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the Complete Review
the complete review - fiction

     

Another Man's City

by
Ch'oe In-ho


general information | review summaries | our review | links | about the author

To purchase Another Man's City



Title: Another Man's City
Author: Ch'oe In-ho
Genre: Novel
Written: 2011 (Eng. 2013)
Length: 190 pages
Original in: Korean
Availability: Another Man's City - US
Another Man's City - UK
Another Man's City - Canada
Another Man's City - India
  • Korean title: 낯익은 타인들의 도시
  • Translated and with an Introduction by Bruce and Ju-Chan Fulton

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Our Assessment:

B : quite well spun-out tale of identity and free will

See our review for fuller assessment.




Review Summaries
Source Rating Date Reviewer
Harper's . 10/2014 Joshua Cohen

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The complete review's Review:

       Another Man's City covers barely more than a single weekend, describing what the character K experiences, feels, and thinks as he finds his world slightly (and then increasingly) out of whack.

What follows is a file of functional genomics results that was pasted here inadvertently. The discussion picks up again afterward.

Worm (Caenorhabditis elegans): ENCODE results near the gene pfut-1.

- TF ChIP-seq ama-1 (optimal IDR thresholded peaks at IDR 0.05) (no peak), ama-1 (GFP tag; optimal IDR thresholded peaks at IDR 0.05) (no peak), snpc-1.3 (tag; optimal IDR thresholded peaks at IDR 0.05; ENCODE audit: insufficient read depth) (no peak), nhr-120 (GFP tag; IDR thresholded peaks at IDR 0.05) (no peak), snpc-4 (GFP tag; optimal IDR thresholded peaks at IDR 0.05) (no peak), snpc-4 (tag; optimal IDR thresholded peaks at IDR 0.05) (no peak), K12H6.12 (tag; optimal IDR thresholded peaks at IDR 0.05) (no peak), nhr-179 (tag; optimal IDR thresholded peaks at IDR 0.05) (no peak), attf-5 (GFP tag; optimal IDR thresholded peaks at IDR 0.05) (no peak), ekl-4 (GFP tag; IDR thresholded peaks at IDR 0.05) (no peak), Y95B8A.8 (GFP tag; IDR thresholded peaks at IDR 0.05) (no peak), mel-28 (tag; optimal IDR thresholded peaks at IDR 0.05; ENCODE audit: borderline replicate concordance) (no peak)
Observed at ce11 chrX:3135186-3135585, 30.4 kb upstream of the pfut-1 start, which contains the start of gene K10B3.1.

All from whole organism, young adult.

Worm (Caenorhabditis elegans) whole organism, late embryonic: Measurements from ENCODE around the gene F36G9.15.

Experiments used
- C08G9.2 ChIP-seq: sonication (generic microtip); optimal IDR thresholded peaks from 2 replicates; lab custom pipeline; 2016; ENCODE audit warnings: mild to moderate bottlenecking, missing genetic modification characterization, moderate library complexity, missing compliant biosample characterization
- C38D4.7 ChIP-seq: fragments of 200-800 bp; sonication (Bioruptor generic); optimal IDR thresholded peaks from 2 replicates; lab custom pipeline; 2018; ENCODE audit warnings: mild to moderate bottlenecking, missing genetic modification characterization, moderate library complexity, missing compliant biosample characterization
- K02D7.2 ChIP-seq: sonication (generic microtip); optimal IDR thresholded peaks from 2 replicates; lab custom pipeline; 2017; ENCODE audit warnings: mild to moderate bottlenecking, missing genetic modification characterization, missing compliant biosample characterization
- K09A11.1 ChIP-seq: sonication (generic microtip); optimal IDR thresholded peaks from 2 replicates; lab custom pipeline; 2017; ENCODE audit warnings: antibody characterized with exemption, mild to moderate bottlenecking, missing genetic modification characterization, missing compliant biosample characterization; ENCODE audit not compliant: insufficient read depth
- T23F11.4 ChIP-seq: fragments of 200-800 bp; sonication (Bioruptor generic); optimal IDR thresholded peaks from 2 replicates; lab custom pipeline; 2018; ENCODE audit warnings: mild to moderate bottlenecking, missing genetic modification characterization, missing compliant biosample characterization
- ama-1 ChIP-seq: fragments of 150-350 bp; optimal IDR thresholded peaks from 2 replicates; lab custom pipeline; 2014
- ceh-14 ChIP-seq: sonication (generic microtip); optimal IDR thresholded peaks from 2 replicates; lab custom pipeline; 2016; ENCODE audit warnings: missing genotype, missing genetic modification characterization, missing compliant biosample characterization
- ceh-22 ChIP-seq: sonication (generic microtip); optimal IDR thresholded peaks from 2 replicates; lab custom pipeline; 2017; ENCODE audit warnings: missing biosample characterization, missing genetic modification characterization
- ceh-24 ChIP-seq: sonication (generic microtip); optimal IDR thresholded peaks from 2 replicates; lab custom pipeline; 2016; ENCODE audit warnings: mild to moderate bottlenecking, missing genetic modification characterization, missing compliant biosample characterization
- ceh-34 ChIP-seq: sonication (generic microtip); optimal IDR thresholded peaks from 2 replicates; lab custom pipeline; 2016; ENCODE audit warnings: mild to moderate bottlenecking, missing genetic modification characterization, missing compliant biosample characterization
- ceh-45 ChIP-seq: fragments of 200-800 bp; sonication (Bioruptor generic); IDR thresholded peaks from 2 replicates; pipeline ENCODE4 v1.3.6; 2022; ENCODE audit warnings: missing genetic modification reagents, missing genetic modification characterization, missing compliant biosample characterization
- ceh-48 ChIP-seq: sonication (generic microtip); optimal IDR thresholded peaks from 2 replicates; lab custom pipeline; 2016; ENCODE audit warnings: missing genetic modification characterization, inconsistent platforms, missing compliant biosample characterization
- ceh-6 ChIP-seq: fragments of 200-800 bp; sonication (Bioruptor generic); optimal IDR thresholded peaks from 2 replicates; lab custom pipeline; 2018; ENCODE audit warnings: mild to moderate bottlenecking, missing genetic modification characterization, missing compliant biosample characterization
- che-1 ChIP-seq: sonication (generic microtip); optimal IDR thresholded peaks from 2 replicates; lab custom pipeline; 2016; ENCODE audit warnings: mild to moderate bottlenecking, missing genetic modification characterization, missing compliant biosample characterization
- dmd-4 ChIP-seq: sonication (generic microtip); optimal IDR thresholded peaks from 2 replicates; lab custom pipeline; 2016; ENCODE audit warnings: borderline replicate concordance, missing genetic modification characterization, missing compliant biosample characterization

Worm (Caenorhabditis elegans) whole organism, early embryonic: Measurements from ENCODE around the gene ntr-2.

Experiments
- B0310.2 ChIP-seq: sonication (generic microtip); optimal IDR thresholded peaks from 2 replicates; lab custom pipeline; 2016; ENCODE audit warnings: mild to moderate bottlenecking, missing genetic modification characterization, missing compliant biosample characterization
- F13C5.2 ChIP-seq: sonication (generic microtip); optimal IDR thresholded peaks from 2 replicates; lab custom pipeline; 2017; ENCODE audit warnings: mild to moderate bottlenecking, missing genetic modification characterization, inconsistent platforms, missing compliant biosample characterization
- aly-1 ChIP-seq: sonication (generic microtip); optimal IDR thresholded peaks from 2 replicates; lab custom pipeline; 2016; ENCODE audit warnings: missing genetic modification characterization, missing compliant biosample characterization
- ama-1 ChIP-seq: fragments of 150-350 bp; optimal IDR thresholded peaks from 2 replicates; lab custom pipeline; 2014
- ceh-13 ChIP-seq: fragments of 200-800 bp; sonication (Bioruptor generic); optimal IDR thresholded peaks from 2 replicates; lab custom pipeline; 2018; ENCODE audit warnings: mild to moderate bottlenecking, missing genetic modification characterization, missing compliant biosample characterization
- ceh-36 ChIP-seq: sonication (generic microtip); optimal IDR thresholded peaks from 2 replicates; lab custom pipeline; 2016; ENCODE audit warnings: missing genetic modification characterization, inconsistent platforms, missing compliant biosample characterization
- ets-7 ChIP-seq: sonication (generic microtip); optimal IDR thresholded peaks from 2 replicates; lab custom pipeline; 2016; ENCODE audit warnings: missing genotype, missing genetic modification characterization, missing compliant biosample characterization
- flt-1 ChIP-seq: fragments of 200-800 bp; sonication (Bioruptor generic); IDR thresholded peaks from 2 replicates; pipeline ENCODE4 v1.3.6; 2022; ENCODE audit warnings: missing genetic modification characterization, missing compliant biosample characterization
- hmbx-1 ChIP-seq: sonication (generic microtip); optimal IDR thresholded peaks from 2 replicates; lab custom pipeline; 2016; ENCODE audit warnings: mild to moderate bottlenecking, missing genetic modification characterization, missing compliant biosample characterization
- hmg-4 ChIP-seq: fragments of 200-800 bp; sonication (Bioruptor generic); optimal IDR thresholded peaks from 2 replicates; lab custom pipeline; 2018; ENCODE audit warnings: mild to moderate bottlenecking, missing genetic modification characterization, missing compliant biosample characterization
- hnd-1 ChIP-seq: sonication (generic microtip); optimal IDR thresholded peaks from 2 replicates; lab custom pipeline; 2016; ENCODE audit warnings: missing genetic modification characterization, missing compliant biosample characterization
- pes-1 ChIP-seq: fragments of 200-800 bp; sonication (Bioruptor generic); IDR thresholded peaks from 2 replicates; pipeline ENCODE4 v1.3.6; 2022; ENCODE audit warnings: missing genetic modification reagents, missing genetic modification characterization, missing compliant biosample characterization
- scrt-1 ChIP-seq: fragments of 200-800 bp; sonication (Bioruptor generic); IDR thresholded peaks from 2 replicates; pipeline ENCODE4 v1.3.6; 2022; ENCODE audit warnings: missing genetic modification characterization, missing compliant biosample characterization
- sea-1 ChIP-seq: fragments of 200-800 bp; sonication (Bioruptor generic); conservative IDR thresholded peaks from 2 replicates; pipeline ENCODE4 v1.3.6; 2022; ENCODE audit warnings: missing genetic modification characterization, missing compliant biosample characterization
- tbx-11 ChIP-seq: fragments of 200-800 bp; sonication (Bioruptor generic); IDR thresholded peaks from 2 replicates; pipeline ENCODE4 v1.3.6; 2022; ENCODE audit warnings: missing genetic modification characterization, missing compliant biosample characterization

As the opening headings suggest, the story closely tracks unfolding events, down to the exact time as K progresses through his days:

SATURDAY

       7 a.m.

(POWER ON)
       And as the parenthetical 'Power on' might suggest, this isn't entirely an everyday story, on any level. Exactly how far those levels reach isn't immediately clear, but it won't come as a surprise that the book's closing words are:
(POWER OFF)
       For all the precision, Another Man's City finds K in a bit of a daze. It begins when his alarm goes off at 7 in the morning -- on a Saturday, when it shouldn't. His memories of the previous evening are hazy, and include a whole block of lost time -- and he seems to have forgotten his phone somewhere along the way. Small details are wrong, too: he wakes up naked, despite never having slept without his pajamas his entire married life, for example, and his aftershave -- V, whose: "scent defined him" -- has inexplicably been replaced by aftershave Y. There's something off about his wife, too and all sorts of other small and larger details. Adding injury to confusion, his daughter's puppy bites him.
       K feels like:
everyone was plotting to turn his life upside down. Behind a façade of peace and tranquility they were deceiving him, they were preying on his frailties.
       Things get stranger, as K sees people he vaguely recognizes -- more and more -- but generally can't quite place them, or if he can, their presence doesn't add up. And in trying to piece together what happened the night before, he tries to retrace his steps, but the paths he follows raise more questions than they answer.